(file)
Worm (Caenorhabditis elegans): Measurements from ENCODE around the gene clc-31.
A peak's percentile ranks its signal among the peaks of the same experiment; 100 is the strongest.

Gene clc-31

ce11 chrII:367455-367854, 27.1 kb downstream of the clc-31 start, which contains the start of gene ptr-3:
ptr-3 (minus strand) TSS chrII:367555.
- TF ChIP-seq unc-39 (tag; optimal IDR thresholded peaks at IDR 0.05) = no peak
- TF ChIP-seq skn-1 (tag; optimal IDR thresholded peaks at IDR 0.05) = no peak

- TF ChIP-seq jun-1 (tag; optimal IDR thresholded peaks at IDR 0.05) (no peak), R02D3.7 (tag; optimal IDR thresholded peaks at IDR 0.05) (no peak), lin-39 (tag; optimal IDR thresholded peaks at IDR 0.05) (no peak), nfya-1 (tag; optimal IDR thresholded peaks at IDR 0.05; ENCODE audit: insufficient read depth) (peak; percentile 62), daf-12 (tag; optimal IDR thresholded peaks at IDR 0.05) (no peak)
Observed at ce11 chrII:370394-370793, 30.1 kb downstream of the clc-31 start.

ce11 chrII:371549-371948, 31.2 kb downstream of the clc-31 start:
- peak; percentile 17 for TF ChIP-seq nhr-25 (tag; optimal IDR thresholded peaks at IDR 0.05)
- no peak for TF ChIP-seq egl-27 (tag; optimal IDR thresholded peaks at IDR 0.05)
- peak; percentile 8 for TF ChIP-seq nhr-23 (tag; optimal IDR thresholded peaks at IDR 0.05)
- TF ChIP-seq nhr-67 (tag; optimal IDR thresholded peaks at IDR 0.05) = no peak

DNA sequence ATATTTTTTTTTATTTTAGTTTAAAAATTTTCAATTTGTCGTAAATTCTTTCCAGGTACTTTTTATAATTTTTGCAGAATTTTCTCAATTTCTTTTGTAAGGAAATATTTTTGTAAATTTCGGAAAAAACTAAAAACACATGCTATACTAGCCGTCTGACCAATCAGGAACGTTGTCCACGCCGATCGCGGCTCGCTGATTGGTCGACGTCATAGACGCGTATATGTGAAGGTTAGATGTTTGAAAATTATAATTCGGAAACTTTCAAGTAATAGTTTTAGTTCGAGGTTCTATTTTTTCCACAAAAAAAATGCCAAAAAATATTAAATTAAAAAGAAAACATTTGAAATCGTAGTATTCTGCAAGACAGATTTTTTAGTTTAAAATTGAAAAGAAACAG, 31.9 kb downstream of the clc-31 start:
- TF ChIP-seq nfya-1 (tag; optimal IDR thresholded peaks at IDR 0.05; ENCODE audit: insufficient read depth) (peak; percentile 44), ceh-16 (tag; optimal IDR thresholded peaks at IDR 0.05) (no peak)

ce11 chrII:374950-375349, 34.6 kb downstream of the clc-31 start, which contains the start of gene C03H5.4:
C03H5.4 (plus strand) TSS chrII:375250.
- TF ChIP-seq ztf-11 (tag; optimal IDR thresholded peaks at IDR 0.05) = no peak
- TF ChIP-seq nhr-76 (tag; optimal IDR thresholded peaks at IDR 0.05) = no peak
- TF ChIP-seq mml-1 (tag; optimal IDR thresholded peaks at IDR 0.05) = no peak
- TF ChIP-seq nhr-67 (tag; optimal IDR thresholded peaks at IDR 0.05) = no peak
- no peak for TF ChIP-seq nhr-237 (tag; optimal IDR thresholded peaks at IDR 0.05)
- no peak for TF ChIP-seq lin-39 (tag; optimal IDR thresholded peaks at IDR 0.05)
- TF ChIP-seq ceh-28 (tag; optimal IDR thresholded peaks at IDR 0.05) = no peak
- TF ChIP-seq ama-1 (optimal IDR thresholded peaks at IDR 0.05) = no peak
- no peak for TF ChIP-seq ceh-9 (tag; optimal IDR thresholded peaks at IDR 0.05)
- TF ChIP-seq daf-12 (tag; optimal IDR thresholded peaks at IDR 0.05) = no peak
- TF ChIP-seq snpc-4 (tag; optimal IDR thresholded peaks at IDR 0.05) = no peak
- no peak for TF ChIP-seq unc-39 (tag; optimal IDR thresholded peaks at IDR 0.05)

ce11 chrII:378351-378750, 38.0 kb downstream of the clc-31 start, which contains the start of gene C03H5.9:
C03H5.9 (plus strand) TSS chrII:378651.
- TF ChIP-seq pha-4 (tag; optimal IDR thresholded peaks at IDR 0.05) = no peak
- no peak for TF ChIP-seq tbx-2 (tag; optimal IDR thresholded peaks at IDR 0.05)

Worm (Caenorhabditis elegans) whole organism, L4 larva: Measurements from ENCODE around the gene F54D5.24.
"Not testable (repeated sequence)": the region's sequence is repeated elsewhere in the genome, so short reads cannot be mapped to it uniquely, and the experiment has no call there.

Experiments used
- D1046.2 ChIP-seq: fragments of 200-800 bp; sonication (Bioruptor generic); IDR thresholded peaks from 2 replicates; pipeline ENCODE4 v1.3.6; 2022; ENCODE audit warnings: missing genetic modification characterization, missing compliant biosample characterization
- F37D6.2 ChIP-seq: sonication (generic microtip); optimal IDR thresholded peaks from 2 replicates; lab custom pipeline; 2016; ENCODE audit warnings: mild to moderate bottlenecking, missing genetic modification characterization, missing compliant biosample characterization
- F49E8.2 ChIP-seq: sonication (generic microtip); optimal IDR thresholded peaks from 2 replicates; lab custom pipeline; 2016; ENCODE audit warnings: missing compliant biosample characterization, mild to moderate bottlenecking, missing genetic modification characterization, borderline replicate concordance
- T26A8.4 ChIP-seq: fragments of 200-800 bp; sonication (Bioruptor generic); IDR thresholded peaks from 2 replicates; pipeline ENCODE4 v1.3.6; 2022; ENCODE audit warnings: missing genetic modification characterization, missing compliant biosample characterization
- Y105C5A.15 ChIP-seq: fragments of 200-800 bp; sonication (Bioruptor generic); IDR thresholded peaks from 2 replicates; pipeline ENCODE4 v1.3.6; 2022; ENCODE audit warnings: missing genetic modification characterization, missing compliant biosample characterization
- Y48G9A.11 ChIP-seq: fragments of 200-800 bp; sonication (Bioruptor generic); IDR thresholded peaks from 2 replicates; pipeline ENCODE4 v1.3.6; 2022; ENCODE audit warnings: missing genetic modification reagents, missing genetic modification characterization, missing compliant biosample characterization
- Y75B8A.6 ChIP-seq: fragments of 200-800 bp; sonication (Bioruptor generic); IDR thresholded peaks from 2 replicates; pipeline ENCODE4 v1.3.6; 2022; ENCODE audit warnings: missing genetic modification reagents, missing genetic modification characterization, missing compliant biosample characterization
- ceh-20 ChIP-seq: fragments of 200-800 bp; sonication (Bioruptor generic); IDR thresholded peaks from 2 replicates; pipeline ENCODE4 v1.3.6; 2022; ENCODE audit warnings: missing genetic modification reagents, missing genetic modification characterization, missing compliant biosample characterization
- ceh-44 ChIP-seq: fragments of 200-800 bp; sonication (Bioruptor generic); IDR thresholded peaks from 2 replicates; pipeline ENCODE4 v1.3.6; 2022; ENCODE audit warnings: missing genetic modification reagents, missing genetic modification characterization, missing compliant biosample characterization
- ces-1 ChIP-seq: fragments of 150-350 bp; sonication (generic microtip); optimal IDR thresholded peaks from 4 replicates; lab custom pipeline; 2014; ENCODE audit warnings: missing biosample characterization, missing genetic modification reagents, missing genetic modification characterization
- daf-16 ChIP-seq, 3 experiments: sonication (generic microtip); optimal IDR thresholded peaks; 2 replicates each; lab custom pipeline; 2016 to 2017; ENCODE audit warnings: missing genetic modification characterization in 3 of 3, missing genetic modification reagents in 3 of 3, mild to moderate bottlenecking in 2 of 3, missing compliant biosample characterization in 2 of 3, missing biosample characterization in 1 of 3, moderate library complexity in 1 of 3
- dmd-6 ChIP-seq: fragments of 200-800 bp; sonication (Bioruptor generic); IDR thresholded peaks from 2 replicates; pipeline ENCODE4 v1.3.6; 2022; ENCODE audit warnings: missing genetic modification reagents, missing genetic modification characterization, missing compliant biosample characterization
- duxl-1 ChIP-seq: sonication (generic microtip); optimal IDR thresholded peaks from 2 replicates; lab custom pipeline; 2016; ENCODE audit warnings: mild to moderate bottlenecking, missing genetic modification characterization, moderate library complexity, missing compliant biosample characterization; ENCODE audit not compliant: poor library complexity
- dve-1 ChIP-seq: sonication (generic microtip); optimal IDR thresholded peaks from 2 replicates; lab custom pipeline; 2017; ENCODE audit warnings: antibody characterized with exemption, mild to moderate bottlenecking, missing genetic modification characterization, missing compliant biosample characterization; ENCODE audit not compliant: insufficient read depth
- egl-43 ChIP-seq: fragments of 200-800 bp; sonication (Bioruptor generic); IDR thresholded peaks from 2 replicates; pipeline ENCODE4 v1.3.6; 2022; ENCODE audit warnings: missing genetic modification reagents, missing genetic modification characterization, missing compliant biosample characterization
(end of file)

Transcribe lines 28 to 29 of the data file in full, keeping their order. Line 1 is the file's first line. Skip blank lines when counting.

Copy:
- TF ChIP-seq daf-12 (tag; optimal IDR thresholded peaks at IDR 0.05) = no peak
- TF ChIP-seq snpc-4 (tag; optimal IDR thresholded peaks at IDR 0.05) = no peak